15. strMessage = strMessage & vbNewLine & cntl.Name
  16. End Select
  17. Next
  19. If strMessage <> "" Then _
  20. MsgBox "The following fields are blank:" & vbNewLine & _
  21. strMessage & vbNewLine & vbNewLine & _
  22. "Please fill in these fields before submitting"
  23. End Sub
Suggestion - Use the Tag property to give a more user-friendly name to the control. The Access-generated names Combo1, Text2, and so forth aren't helpful for users or programmers, nor are the more logical patterns such as cbxCombo1, txtText2, . . . could have in .Tag "State" or "Customer Name" and then modify the tests (above) to "If cntl.Tag <> "" Then . . ."

Dec 2 '08 #5

P: 579
Hi OldBirdman,

I ended up using the method that I didn't want to use that involved writing a ton of nested if statements, but I do want to try this code out on a copy of this database when I finish it.

As for the Combo1, Text2 issue...I always use useful, specific names for my controls, objects, functions, et cetera and only used the generic in this instance to help indicate which types of controls I would be working with.

I imagine it will be a good heads up for those users that might read this and don't have any programming experience.
Dec 2 '08 #6

P: 675
Of course you do, and I understand using generic names in problems submitted to this forum.

However, one of my issues with Microsoft is presenting internal stuff to me, a user of their products. "Connection to server is reset" in my browser means "Connection broken". I try to program for a new user, even if it is me. Nice is in the details.

If you are like me, you need different names for the program (and programmers) than for the users. A textbox would have a name like txtCustomerName, but the label for that textbox might have the caption "Customer Name:", or "Enter Customer Name". An error message to the user might want to use none of these, but use "Customer Name" in your list of missing entries. Comboboxes often have labels beginning with "Select . . . " or "Choose . . . ". I personally prefer:
"The following fields are blank:

Customer Name
Customer's State

Please fill in these fields before submitting"

instead of:
"The following fields are blank:


Please fill in these fields before submitting"

The "Tag" property is an easy way to do this. But this is only my idea of a good product.

Dec 3 '08 #7

P: 579

I couldn't agree with you more. I work in a support department and constantly receive phone calls from users about error messages they receive using particular programs we use and it seems as though none of the developers take the user lack of programming knowledge into consideration when writing code.

It would seem beneficial to return an error message that had something useful for the user "Customer Name" AND something useful for the programmer, possibly in parenthesis (cboCustName).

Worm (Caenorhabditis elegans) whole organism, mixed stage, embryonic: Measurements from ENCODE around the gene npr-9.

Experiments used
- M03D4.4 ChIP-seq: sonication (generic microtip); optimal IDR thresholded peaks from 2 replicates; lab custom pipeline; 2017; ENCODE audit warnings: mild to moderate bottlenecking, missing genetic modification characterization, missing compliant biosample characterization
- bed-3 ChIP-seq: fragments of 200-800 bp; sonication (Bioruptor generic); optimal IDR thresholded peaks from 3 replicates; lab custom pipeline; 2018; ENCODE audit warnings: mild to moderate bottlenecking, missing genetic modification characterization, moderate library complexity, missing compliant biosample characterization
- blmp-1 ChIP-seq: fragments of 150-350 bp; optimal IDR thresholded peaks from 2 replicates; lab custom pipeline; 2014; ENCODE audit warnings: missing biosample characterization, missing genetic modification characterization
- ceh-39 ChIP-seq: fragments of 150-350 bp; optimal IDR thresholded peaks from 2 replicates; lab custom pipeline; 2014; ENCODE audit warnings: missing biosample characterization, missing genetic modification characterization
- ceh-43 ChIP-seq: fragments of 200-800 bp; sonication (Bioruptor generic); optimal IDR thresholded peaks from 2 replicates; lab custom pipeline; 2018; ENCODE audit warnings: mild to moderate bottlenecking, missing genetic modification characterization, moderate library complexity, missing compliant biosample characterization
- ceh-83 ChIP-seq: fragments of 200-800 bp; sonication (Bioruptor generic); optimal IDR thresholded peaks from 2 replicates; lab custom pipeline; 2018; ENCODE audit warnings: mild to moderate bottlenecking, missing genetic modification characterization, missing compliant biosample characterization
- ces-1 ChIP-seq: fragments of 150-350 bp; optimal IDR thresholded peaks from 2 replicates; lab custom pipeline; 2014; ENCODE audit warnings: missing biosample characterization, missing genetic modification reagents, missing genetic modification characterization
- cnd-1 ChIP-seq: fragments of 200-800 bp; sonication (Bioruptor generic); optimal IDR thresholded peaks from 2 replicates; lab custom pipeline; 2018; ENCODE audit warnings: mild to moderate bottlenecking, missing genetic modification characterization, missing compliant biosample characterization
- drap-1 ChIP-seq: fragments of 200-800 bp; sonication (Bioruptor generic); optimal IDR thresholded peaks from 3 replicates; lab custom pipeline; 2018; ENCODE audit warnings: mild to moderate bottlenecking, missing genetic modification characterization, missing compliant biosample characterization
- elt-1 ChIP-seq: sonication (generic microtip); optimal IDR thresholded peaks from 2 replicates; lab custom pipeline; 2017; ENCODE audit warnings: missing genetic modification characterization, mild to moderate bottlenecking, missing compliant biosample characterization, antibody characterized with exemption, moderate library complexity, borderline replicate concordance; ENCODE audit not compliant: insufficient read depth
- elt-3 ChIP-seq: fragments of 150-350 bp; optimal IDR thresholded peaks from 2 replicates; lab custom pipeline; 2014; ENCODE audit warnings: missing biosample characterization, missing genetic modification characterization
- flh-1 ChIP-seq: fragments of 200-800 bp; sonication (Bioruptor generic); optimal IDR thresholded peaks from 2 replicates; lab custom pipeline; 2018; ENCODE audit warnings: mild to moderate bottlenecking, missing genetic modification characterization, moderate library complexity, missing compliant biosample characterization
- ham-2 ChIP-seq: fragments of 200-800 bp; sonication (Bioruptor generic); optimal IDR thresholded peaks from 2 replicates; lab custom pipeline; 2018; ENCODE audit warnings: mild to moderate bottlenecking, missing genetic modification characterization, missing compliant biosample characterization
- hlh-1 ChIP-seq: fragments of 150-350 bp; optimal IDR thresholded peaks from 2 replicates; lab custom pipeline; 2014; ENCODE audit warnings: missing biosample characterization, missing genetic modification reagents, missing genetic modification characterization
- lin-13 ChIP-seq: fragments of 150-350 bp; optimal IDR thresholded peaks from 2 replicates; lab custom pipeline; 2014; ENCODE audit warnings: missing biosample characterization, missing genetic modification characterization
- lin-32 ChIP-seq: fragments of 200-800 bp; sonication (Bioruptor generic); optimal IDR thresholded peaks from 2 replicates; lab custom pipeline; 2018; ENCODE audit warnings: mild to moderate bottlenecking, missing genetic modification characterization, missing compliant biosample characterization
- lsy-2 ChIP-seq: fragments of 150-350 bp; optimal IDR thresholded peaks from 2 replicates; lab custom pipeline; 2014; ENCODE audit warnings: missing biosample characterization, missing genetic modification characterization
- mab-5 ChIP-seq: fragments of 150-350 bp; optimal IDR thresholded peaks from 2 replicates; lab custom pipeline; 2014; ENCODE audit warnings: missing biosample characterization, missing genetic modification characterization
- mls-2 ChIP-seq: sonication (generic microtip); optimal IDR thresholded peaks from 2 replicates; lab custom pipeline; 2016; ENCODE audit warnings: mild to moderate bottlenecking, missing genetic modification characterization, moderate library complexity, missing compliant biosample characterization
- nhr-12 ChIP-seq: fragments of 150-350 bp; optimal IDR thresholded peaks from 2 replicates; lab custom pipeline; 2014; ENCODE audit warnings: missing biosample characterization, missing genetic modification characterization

It's always good to see other programmers in here that take error handling seriously. I'll be the first to admit that my programming skills aren't where they could be, especially in regards to error handling, but I think I make up for it by trying to make the db's I create easy to use.

Anyway...sorry for the diatribe and thank you again for all of your help!

Dec 3 '08 #8

P: 675
Start your error message with a code, i.e. "xa042 - The following fields . . ." This will be ignored by the user (and probably not even noticed, but will allow any programmer to easily find the code where the message is generated. More important is to see the code behind the message than the control in error, as the error is not generated by an event raised by the control.

Dec 3 '08 #9

P: 88
Hi i was reading ya'lls thread and thought I might be able to use the first code to do what I need. However, I need it to get the user to click the save command button (i.e. Command165). Once all Errs are corrected then that same save button will save the record. These are the 2 codes I have but I am missing somthing.I don't know much about coding so if you could brake it down for me pleas.

Private Sub Command165_Click()
On Error GoTo Err_Command165_Click

DoCmd.DoMenuItem acFormBar, acRecordsMenu, acSaveRecord, , acMenuVer70

Exit Sub

MsgBox Err.Description
Resume Exit_Command165_Click

End Sub

__________________________________________________ ___
Private Sub Command165_Click()
Dim strError
strError = ""

If IsNull(Social_Security_Number.Value) Then strError = strError & vbNewLine & Social_Security_Number
If IsNull(LastName.Value) Then strError = strError & vbNewLine & LastName
If IsNull(FirstName.Value) Then strError = strError & vbNewLine & FirstName
If Len(strError) <> 0 Then
'Errors encountered
strError = "The following fields are blank:" & vbNewLine & _
strError & vbNewLine _
"Please fill in these fields before submitting"
End If
End Sub
Sep 10 '10 #10

P: 579
Hi Susan,

I think I speak for everyone that participates in this forum when I say that we would be happy to help you out. However, and this is a biggie, you need to post your question in an original thread. Posting a question in another member's thread is generally frowned upon, if not completely against the site's policy.

Please create a thread and include a hyperlink to this thread if you want to reference materials in it.

I will be on the lookout for your post and will help to the best of my ability as soon as possible.

Sep 10 '10 #11